( In religion , Ignatius of St. Paul).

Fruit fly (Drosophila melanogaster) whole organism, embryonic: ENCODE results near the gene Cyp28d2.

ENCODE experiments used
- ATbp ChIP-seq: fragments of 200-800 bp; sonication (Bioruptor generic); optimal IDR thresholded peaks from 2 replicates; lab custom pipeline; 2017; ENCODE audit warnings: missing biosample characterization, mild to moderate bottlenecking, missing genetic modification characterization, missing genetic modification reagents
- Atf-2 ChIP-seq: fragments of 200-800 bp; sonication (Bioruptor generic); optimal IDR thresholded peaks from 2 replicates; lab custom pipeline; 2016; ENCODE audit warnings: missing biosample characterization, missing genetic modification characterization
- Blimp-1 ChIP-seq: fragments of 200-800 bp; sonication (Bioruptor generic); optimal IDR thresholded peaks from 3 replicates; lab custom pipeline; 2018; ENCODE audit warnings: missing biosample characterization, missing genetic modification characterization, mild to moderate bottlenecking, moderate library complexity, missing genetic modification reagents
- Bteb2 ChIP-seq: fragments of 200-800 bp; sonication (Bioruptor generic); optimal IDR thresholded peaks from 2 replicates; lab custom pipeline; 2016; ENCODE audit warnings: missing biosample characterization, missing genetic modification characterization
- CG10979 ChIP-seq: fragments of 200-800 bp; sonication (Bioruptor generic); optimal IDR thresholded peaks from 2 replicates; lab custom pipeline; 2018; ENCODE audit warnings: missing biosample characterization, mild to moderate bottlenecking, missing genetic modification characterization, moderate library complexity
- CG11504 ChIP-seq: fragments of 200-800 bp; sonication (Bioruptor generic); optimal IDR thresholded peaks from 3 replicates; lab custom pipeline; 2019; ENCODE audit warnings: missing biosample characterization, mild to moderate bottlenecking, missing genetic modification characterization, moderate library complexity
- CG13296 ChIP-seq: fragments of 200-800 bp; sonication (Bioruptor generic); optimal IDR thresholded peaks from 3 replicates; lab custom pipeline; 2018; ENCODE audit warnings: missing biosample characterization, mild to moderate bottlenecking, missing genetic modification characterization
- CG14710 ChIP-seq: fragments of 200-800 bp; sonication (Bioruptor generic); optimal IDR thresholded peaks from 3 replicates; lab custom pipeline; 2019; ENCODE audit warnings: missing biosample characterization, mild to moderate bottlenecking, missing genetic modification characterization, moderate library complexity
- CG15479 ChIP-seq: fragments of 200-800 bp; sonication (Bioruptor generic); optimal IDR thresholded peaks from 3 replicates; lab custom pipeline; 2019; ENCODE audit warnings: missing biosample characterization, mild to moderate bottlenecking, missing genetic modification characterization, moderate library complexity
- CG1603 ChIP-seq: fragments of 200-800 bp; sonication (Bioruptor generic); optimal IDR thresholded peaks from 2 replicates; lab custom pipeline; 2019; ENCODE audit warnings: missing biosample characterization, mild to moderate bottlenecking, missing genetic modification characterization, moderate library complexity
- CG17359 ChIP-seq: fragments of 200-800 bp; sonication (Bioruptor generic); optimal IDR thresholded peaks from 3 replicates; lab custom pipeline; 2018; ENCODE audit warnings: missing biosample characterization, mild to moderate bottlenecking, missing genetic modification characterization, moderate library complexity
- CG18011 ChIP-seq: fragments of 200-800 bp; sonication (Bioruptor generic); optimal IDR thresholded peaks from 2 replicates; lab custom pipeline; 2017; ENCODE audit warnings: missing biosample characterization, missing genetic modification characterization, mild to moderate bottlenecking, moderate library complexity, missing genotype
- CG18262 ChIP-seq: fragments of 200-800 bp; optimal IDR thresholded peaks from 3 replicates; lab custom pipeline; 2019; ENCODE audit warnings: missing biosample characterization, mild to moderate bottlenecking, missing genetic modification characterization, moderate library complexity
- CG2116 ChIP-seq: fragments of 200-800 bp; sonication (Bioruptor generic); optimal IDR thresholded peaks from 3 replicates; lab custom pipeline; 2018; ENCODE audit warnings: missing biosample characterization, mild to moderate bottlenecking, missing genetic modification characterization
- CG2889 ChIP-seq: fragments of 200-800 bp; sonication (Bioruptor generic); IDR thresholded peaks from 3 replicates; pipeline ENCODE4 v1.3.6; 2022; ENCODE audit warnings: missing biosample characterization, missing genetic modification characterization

Passionist, b. at the Admiralty, London, 21 Dec., 1799; d. at Carstairs, Scotland, 1 Oct., 1864. He was the youngest son of the second Earl Spencer and Lavinia, daughter of Sir Charles Bingham. From Eton he went to Trinity College, Cambridge, received Anglican orders , 13 June, 1824, and became chaplain to Bishop Blomfield of Chester, and shortly afterwards rector of Brington, Northamptonshire. In 1830 he became a Catholic and went to Rome for his ecclesiastical studies, being ordained priest there, 26 May, 1832. He returned to England fired with zeal for its conversion and laboured incessantly to procure the prayers of Catholics on the Continent for that intention. From 1832 to 1839 he worked as priest at West Bromwich, building the church at his own cost; then he was professor at Oscott till 1846, when he entered the Passionist novitiate. He was professed at Aston Hall in January, 1848. He spent the rest of his life in arduous missionary labours as a true apostle for the conversion of England. He translated the life of Blessed [later Saint] Paul of the Cross (London, 1860) and published many sermons.
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